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(countable, wagering) An additional bet in a golf match that duplicates an existing (usually losing) wager in value, but begins even at the time of the bet.

He can even the match with a press.

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(countable) Pure, unfermented grape juice.

I would like some Concord press with my meal tonight.

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A commission to force men into public service, particularly into the navy.
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(intransitive) To exert weight or force against, to act upon with with force or weight.
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To press fruit for the purpose of extracting the juice.

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To clasp, hold in an embrace; to hug.

She took her son, and press'd.

The illustrious infant to her fragrant breast (Dryden, Illiad, VI. 178.)

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To reduce to a particular shape or form by pressure, especially flatten or smooth.

To press cloth with an iron.

To press a hat.

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(sewing) To flatten a selected area of fabric using an iron with an up-and-down, not sliding, motion, so as to avoid disturbing adjacent areas.
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To drive or thrust by pressure, to force in a certain direction.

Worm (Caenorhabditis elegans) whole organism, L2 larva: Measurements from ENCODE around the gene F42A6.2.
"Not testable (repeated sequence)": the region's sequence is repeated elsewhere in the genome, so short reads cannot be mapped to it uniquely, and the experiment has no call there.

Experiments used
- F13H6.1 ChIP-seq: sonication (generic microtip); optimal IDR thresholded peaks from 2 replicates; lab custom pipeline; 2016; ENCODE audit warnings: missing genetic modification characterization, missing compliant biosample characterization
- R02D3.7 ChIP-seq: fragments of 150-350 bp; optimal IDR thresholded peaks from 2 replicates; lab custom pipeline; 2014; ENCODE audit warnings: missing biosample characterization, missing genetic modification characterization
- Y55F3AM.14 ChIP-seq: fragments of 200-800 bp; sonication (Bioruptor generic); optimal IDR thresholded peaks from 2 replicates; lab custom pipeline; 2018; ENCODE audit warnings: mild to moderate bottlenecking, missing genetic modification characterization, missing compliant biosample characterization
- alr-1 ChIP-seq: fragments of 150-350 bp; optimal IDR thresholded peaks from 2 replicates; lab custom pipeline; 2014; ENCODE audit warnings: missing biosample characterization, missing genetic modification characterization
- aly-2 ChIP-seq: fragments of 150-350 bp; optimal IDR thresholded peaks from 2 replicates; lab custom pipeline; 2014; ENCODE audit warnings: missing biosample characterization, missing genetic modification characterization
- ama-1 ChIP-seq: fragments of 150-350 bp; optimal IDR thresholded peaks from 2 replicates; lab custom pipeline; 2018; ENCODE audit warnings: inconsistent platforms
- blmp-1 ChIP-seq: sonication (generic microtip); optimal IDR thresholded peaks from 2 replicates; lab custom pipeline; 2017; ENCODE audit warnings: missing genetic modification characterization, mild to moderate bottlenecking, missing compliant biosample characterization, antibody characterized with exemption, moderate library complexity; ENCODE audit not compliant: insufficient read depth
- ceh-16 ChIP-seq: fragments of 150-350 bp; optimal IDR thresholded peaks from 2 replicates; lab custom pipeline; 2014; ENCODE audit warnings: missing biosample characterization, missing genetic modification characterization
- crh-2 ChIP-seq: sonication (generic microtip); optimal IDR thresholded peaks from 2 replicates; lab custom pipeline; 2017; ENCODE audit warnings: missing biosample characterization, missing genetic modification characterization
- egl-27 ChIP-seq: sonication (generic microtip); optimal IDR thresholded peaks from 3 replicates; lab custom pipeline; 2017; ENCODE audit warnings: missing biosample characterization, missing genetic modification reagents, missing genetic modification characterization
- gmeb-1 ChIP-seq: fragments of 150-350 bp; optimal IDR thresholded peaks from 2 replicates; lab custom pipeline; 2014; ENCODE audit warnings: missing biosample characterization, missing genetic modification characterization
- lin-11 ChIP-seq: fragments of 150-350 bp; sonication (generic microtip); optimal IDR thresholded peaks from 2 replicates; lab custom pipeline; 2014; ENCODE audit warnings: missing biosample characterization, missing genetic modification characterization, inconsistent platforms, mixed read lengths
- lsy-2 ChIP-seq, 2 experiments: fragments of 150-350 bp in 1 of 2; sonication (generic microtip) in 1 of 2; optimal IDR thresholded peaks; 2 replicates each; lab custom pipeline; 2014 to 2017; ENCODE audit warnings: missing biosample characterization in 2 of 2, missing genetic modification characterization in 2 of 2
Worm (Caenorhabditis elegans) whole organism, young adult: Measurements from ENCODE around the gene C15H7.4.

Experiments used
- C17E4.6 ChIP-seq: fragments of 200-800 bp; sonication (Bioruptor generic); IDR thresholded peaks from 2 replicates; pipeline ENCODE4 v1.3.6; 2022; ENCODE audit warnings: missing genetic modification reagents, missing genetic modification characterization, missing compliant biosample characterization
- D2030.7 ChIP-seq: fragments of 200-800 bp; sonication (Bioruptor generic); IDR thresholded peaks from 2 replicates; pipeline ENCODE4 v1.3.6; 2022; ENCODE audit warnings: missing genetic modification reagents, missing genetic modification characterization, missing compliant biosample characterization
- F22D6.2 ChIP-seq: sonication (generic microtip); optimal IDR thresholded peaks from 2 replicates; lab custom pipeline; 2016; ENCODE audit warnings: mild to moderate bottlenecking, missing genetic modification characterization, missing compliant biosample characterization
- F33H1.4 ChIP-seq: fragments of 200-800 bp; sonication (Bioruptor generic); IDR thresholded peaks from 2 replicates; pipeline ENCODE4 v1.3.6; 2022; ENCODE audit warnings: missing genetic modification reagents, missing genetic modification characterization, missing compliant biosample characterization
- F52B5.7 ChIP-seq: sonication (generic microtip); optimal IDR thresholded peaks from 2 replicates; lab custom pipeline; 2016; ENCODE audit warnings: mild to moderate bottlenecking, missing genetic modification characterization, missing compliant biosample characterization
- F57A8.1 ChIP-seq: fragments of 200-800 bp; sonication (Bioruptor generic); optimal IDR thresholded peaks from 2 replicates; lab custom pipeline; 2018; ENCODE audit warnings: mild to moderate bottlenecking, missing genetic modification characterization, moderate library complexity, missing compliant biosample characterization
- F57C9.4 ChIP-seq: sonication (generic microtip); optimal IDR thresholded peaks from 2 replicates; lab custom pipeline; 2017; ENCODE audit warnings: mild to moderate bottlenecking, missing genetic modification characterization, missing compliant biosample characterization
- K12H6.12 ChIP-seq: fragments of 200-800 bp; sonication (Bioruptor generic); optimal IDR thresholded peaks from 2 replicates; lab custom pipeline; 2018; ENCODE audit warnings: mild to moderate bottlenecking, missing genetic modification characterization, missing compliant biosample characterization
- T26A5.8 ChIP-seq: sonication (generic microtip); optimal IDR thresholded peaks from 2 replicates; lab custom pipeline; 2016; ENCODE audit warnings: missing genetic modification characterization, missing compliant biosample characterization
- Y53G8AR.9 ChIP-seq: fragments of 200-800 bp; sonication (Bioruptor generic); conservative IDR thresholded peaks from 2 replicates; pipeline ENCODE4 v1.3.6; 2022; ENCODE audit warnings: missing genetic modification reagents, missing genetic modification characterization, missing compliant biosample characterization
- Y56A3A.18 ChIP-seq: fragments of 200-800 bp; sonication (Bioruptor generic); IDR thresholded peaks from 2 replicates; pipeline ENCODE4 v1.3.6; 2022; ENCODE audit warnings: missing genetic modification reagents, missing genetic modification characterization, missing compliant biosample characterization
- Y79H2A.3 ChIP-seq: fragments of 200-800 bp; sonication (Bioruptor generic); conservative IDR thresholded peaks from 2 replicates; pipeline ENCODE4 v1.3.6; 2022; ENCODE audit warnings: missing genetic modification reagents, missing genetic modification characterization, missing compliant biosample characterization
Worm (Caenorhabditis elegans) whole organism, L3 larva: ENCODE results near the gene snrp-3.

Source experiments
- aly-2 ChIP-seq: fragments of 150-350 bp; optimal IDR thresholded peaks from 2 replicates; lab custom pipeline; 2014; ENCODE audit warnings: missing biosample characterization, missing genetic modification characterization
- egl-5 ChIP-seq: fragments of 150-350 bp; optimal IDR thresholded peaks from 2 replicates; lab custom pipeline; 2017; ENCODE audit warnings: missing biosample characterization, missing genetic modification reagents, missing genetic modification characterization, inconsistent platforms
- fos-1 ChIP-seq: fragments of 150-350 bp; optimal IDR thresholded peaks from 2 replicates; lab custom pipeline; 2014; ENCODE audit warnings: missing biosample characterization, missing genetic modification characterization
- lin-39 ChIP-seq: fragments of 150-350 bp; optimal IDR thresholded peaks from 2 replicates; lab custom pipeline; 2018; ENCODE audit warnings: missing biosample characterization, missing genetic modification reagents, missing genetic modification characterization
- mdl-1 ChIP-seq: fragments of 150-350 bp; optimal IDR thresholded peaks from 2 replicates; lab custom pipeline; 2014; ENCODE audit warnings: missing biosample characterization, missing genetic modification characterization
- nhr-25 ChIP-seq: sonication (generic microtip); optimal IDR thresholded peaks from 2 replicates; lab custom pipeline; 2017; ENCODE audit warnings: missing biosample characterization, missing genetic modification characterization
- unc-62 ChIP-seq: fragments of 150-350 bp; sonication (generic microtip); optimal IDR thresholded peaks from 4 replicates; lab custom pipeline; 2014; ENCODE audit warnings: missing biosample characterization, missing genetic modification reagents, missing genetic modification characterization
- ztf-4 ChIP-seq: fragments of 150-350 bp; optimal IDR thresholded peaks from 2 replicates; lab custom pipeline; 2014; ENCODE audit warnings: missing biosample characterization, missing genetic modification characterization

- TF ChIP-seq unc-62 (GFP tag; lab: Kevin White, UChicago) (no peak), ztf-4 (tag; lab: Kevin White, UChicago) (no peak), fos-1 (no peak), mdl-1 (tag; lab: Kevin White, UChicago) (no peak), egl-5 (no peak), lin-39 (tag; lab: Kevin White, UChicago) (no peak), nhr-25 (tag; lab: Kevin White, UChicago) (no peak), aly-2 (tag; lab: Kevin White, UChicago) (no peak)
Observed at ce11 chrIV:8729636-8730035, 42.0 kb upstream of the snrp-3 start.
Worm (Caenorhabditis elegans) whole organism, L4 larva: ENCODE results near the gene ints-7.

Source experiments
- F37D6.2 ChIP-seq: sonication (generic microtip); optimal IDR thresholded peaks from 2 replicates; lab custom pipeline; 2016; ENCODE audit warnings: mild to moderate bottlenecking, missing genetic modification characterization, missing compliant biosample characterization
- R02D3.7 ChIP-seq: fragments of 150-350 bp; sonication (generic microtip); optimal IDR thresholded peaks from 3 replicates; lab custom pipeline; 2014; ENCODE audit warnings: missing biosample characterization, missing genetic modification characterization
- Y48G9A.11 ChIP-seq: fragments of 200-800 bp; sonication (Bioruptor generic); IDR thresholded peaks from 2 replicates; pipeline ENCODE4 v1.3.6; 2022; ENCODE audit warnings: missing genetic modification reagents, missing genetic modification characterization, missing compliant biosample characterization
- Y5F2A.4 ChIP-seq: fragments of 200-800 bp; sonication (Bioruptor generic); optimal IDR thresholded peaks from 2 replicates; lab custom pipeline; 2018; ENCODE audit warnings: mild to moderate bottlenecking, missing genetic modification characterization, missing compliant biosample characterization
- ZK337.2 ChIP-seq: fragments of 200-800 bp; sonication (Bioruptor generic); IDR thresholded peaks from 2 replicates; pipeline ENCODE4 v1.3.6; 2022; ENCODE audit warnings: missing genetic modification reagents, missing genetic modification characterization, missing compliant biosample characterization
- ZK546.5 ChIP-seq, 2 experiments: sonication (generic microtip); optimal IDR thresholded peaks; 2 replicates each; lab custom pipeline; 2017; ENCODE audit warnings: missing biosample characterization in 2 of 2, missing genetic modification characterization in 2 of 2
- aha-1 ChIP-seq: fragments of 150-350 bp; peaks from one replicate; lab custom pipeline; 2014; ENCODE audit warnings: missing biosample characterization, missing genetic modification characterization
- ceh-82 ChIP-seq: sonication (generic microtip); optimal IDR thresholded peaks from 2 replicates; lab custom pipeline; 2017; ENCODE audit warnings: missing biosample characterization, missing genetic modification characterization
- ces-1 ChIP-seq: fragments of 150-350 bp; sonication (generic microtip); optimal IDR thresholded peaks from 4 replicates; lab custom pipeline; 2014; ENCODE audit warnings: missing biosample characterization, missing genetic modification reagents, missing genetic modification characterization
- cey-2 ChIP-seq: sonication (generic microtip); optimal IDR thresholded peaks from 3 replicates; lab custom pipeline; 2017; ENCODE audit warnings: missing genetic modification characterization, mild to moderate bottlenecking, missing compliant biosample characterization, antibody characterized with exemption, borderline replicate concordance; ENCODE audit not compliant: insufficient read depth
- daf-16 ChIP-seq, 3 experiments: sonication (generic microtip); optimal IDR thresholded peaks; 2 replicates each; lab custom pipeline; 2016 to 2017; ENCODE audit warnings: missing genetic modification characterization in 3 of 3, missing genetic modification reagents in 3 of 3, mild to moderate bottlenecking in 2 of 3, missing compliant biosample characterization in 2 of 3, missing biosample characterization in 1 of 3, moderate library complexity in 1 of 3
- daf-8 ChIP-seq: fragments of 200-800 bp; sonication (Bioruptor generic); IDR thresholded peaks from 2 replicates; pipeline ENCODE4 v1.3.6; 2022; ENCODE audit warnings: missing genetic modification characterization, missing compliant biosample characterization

To press a crowd back.

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To force to a certain end or result; to urge strongly, impel.
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To try to force (something upon someone); to urge or inculcate.

To press the Bible on an audience.

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To hasten, urge onward.

To press a horse in a race.

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God heard their prayers, wherein they earnestly pressed him for the honor of his great name. (Winthrop, Hist. New England, II. 35)

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To lay stress upon, emphasize.

If we read but a very little, we naturally want to press it all; if we read a great deal, we are willing not to press the whole of what we read, and we learn what ought to be pressed and what not. (M. Arnold, Literature and Dogma, Pref.)

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(intransitive) To throng, crowd.